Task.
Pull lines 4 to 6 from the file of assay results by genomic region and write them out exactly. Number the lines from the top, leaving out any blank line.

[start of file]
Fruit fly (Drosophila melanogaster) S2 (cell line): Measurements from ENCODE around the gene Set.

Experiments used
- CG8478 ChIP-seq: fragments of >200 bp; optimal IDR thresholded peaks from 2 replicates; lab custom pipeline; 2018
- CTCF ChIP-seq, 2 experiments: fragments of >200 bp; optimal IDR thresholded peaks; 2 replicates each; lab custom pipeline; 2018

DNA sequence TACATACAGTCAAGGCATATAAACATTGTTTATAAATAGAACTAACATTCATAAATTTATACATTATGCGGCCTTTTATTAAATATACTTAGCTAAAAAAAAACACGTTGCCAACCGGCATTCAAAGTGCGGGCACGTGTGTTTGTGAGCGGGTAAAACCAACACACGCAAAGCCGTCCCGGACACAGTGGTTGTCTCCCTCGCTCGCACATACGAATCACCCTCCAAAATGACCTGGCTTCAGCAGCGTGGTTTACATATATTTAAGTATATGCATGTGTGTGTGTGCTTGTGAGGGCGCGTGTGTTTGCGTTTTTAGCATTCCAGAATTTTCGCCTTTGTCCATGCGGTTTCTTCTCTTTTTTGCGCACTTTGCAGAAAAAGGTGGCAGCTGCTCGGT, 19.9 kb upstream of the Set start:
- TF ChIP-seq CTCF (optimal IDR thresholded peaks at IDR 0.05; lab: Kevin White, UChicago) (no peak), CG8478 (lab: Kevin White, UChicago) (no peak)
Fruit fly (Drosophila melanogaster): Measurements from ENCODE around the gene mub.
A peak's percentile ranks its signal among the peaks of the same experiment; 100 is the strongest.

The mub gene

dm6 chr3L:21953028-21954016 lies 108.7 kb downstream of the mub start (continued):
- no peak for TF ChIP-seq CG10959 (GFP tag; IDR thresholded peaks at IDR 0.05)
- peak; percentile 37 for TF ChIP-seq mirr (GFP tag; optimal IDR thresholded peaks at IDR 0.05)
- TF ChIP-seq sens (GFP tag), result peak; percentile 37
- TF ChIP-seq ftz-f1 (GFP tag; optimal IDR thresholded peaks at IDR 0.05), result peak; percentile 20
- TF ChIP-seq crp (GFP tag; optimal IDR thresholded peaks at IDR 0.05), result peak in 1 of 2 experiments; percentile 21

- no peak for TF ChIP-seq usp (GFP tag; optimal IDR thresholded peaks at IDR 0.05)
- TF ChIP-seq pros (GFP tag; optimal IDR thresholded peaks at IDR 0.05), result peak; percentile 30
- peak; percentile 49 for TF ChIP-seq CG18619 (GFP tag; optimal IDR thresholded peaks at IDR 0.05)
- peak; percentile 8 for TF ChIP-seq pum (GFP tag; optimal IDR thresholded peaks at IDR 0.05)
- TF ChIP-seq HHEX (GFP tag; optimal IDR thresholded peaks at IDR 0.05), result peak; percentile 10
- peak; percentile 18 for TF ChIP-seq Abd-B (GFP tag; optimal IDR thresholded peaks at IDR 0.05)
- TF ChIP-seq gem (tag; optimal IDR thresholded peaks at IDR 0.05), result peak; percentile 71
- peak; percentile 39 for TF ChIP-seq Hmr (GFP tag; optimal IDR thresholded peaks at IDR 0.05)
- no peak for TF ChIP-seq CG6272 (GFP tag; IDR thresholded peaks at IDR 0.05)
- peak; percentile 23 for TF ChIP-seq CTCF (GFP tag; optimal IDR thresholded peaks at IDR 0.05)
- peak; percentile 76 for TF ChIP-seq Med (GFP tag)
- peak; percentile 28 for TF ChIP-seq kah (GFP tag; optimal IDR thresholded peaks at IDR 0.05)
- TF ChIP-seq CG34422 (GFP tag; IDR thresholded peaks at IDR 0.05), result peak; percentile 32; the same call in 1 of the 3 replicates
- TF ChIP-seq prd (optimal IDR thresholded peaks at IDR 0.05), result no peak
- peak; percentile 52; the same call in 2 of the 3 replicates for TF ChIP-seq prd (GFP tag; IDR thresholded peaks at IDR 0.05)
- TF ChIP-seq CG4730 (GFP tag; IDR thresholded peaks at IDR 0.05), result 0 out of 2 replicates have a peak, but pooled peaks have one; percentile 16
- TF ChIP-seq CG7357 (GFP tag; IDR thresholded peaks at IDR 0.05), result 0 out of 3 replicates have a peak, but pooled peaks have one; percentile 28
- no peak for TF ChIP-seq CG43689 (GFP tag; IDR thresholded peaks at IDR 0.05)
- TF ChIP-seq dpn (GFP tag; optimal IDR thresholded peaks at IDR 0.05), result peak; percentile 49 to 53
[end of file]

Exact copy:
- CTCF ChIP-seq, 2 experiments: fragments of >200 bp; optimal IDR thresholded peaks; 2 replicates each; lab custom pipeline; 2018

DNA sequence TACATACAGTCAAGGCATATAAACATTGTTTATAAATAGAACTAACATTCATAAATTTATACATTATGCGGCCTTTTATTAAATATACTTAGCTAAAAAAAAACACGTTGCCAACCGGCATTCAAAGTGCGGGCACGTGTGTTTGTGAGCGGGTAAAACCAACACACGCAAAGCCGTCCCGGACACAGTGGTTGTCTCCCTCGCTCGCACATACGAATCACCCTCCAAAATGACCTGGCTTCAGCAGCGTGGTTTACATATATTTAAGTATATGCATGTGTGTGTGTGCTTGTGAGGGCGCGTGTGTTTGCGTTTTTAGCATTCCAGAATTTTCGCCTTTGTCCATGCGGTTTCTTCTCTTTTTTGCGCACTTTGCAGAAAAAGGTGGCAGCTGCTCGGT, 19.9 kb upstream of the Set start:
- TF ChIP-seq CTCF (optimal IDR thresholded peaks at IDR 0.05; lab: Kevin White, UChicago) (no peak), CG8478 (lab: Kevin White, UChicago) (no peak)